It seems the pandemic wiped our memory of how to behave at concerts. Over the past year or so, conversations around poor audience etiquette have reached fever pitch as artists call out annoying, odd or straight-up menacing behaviour at their gigs. One of the strangest to fall under this category is the phenomenon of fans throwing objects onstage and injuring the musician performing. Here's a list of some of the things that have been lobbed onstage in the last year alone: a wheel of cheese, water bottles, cold chicken nuggets, countless iPhones, Skittles and most alarmingly, a fan's dead mother's ashes. The plot? Absolutely lost. People's shame? Unable to be found.
Bebe Rexha, Harry Styles, Pink, Kid Cudi, Azealia Banks, Steve Lacy and Drake are just a handful of artists who have been on the receiving end of all this inexplicable object throwing, with Rexha needing stitches after being struck by a phone at her concert in New York City last month and footage surfacing of Harry Styles wincing in pain due to an unidentified object hitting him in the eye during a performance in Vienna on July 8.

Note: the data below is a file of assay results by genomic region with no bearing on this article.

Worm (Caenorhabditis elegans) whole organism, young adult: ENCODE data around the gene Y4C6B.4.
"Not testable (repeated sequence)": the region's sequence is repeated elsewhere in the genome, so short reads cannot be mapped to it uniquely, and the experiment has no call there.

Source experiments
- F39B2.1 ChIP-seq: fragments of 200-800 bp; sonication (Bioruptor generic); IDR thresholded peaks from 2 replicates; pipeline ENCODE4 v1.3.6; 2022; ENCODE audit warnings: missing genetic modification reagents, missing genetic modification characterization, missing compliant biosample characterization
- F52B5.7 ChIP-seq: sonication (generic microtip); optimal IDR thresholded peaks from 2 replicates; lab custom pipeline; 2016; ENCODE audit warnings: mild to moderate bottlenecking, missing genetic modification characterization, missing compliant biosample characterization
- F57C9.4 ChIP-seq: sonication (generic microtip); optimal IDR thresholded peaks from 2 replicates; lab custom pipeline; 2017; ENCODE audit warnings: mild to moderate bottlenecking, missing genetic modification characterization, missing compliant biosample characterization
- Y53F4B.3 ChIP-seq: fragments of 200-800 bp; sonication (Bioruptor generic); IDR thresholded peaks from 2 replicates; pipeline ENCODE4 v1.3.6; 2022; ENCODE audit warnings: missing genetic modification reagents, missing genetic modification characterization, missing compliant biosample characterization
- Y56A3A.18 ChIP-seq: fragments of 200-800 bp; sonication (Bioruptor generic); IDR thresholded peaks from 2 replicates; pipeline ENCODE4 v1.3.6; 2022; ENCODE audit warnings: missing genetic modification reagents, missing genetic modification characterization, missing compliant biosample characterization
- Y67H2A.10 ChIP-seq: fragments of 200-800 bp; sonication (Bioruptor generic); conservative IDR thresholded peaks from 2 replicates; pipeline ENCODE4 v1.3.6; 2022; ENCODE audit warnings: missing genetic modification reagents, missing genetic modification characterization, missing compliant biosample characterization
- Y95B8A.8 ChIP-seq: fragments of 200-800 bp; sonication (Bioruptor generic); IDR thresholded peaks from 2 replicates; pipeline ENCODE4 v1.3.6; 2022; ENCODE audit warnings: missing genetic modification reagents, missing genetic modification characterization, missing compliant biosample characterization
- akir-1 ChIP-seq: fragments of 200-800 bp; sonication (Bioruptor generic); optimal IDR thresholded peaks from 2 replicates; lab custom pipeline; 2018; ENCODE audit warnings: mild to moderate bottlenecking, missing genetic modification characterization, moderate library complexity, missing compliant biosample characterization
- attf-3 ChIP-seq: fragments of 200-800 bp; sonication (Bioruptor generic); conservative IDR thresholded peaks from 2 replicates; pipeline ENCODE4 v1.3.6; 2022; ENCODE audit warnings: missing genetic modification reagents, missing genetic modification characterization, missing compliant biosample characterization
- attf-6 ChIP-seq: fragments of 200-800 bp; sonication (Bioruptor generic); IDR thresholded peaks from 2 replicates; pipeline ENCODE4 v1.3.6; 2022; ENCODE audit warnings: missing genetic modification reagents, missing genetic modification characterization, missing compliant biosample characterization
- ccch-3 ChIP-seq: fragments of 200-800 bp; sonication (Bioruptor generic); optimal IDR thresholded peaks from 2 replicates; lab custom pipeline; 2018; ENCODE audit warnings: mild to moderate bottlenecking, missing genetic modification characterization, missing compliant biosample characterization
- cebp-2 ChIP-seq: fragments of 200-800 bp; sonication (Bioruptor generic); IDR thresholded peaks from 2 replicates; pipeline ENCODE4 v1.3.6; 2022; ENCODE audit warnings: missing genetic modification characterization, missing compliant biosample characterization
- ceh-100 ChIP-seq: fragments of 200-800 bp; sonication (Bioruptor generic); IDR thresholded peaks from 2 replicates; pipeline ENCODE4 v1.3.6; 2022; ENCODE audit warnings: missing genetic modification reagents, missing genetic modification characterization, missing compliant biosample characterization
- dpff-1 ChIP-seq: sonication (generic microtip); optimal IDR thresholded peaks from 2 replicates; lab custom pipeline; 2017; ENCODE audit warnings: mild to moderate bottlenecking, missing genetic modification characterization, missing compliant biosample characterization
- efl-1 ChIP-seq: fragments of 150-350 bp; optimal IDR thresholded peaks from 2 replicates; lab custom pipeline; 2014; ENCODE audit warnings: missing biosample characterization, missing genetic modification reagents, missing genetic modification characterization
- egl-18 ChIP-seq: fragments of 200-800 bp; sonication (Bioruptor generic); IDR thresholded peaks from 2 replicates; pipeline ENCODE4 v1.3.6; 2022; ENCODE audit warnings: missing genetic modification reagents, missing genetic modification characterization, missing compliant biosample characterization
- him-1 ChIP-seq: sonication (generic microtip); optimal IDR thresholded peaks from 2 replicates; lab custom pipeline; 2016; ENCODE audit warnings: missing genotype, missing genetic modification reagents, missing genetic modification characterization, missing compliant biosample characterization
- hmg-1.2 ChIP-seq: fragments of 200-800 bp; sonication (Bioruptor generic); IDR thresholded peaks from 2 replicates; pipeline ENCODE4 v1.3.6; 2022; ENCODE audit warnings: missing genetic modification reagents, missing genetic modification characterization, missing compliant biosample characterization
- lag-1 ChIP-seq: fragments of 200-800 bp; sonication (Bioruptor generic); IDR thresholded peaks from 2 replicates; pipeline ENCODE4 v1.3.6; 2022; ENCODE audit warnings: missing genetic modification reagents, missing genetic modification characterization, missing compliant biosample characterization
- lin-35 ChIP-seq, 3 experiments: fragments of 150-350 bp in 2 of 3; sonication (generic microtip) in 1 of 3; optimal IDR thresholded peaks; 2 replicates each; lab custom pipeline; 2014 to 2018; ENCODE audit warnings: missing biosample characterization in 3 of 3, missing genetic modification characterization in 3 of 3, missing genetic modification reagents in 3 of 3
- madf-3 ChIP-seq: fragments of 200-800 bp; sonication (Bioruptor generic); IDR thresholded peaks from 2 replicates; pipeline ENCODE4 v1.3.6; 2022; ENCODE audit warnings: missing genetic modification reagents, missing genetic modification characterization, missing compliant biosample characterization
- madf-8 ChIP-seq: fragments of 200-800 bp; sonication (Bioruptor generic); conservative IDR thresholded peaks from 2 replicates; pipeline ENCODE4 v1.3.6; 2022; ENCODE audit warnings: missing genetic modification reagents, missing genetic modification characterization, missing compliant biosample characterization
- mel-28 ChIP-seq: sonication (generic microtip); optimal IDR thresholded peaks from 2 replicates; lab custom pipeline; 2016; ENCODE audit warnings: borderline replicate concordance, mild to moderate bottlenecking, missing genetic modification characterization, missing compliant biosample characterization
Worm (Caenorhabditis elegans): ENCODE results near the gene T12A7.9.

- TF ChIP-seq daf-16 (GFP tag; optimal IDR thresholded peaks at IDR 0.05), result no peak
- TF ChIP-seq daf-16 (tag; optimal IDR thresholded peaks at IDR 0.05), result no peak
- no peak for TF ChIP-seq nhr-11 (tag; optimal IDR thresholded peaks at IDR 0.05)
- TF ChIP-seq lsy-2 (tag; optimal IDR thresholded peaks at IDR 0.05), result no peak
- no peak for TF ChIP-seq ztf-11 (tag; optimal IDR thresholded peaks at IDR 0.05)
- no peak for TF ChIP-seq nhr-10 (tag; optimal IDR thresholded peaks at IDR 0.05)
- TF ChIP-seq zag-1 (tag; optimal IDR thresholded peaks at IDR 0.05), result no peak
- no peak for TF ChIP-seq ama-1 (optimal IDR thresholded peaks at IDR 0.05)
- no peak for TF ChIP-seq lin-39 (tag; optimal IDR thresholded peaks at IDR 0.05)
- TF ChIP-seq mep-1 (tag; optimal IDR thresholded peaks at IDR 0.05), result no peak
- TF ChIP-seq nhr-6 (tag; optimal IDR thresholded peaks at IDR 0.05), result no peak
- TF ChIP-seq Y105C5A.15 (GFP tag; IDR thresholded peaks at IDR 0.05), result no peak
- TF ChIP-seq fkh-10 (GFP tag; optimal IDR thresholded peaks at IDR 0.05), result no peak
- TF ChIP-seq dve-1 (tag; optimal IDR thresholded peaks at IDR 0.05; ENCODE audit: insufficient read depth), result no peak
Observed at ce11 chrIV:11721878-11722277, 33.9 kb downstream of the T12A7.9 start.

The slate of injuries has even caught the attention of Adele, who spoke out against poor concert etiquette during one of her latest Weekends with Adele concerts in Las Vegas. "Have you noticed how people are like, forgetting fucking show etiquette at the moment? People just throwing shit on stage, have you seen them?” she said. “I fucking dare you. Dare you to throw something at me and I’ll fucking kill you," Adele warned.
Azealia Banks famously vowed never to perform in Australia again after cancelling her tour in December 2022, citing previous gigs in Melbourne and Sydney in 2013 when she narrowly avoided being hit by beer cans and bottles (as well as the country's reputation as a "culturally stale white nation" – read us for filth, baby!)
Granted, crowds throwing items onstage isn't exactly new. David Bowie was once hit in the eye with a lollipop while playing in Oslo and Akon received a fine and 65 hours of community service for throwing a teenager off stage after the same 15-year-old tossed a can at him while performing. However, these examples aside, what was once reserved as a gesture of appreciation and harmless interaction has morphed into something intended to disturb and in worst cases, harm.
Is it all in the name of virality? Are individuals just trying to manufacture moments for TikTok? Or have people genuinely forgotten how to hold themselves while listening to live music? Everyone has their theories. Lockdown and social-distancing means younger audiences have missed out on acclimatising to live music spaces. Hell, there was a time when those of us that did experience that education struggled to recall what it was like for musicians to appear so unguarded and vulnerable in a room of hundreds or thousands. Why would we risk all that again for the sport of shock and impulse?